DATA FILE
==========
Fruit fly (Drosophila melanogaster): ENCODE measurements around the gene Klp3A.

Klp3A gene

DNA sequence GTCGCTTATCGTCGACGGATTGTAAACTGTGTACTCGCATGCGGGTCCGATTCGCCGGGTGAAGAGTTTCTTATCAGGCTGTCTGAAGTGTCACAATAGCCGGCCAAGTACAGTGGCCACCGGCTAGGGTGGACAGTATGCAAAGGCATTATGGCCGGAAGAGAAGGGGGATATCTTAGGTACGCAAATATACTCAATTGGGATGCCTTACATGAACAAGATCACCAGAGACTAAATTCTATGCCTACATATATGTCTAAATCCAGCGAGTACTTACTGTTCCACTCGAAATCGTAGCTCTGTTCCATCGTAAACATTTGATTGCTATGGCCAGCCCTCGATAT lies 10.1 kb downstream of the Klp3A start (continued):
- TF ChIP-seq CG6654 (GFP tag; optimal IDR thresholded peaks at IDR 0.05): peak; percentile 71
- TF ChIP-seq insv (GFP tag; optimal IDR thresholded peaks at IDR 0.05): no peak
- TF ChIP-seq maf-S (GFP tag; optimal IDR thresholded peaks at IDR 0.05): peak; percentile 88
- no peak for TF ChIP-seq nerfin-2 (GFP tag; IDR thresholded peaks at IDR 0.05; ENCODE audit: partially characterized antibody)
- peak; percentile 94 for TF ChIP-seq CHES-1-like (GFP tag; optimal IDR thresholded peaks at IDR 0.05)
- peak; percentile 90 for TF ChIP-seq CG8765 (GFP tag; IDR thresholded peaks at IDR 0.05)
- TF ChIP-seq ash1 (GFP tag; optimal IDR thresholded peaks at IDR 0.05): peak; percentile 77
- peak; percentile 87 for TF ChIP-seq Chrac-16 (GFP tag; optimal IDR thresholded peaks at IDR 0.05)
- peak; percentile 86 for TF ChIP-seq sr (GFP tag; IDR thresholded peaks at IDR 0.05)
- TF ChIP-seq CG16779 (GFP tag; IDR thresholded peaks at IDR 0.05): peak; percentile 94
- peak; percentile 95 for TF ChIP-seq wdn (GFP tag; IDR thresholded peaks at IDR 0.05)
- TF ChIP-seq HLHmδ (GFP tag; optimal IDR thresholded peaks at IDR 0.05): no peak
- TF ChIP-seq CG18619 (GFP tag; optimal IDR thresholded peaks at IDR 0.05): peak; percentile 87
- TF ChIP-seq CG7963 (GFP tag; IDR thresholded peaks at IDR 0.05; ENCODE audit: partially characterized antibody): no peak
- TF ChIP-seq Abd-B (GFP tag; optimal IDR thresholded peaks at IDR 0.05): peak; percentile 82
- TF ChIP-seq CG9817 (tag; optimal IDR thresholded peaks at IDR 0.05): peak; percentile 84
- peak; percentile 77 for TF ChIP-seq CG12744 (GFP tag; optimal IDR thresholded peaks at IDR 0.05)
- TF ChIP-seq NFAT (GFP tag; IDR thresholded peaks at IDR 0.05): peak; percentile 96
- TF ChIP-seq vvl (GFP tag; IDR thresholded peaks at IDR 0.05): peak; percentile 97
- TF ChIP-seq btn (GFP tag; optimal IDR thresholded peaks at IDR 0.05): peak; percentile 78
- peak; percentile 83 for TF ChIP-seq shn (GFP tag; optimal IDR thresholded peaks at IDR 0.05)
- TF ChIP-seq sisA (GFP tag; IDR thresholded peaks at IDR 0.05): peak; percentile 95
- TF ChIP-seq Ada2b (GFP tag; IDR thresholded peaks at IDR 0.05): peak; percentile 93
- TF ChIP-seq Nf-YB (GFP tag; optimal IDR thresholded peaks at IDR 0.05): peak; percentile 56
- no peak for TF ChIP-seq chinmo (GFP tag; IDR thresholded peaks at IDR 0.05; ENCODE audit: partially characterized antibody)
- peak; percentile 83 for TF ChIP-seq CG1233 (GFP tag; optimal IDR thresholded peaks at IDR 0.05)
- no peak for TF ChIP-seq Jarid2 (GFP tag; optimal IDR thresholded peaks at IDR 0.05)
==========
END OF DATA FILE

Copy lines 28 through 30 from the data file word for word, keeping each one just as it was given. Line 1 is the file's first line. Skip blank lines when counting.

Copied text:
- no peak for TF ChIP-seq chinmo (GFP tag; IDR thresholded peaks at IDR 0.05; ENCODE audit: partially characterized antibody)
- peak; percentile 83 for TF ChIP-seq CG1233 (GFP tag; optimal IDR thresholded peaks at IDR 0.05)
- no peak for TF ChIP-seq Jarid2 (GFP tag; optimal IDR thresholded peaks at IDR 0.05)